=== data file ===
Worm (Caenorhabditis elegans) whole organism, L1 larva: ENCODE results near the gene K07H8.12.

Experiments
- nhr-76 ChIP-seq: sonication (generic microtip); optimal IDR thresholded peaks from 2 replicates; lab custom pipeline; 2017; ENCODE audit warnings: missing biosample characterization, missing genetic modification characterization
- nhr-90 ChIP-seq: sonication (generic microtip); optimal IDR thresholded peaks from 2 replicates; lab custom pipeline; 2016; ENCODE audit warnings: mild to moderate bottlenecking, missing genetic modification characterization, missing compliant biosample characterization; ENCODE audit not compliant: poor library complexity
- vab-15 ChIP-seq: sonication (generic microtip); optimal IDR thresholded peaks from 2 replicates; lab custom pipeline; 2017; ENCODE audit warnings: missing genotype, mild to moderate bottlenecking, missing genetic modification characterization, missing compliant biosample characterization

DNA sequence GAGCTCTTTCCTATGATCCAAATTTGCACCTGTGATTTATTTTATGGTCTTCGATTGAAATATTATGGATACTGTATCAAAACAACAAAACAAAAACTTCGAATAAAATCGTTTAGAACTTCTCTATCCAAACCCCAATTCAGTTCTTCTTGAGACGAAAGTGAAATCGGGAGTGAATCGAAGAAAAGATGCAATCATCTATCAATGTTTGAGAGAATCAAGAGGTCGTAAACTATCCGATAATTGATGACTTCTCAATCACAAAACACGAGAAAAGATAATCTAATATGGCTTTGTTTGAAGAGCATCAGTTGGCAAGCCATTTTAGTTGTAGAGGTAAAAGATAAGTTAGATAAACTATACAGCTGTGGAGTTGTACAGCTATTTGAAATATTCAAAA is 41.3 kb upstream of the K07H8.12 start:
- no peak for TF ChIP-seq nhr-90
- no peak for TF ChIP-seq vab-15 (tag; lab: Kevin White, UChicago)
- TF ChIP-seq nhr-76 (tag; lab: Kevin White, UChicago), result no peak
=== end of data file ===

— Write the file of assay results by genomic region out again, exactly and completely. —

Worm (Caenorhabditis elegans) whole organism, L1 larva: ENCODE results near the gene K07H8.12.

Experiments
- nhr-76 ChIP-seq: sonication (generic microtip); optimal IDR thresholded peaks from 2 replicates; lab custom pipeline; 2017; ENCODE audit warnings: missing biosample characterization, missing genetic modification characterization
- nhr-90 ChIP-seq: sonication (generic microtip); optimal IDR thresholded peaks from 2 replicates; lab custom pipeline; 2016; ENCODE audit warnings: mild to moderate bottlenecking, missing genetic modification characterization, missing compliant biosample characterization; ENCODE audit not compliant: poor library complexity
- vab-15 ChIP-seq: sonication (generic microtip); optimal IDR thresholded peaks from 2 replicates; lab custom pipeline; 2017; ENCODE audit warnings: missing genotype, mild to moderate bottlenecking, missing genetic modification characterization, missing compliant biosample characterization

DNA sequence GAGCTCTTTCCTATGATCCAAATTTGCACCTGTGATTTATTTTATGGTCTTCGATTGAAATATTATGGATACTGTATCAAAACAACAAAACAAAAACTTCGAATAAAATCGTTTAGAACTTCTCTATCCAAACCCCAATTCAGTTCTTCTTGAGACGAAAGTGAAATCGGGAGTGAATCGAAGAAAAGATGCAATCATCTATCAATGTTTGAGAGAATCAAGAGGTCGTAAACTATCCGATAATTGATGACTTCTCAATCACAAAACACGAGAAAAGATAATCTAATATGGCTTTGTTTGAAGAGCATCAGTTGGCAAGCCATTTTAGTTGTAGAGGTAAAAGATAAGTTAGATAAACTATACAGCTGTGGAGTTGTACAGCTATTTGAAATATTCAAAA is 41.3 kb upstream of the K07H8.12 start:
- no peak for TF ChIP-seq nhr-90
- no peak for TF ChIP-seq vab-15 (tag; lab: Kevin White, UChicago)
- TF ChIP-seq nhr-76 (tag; lab: Kevin White, UChicago), result no peak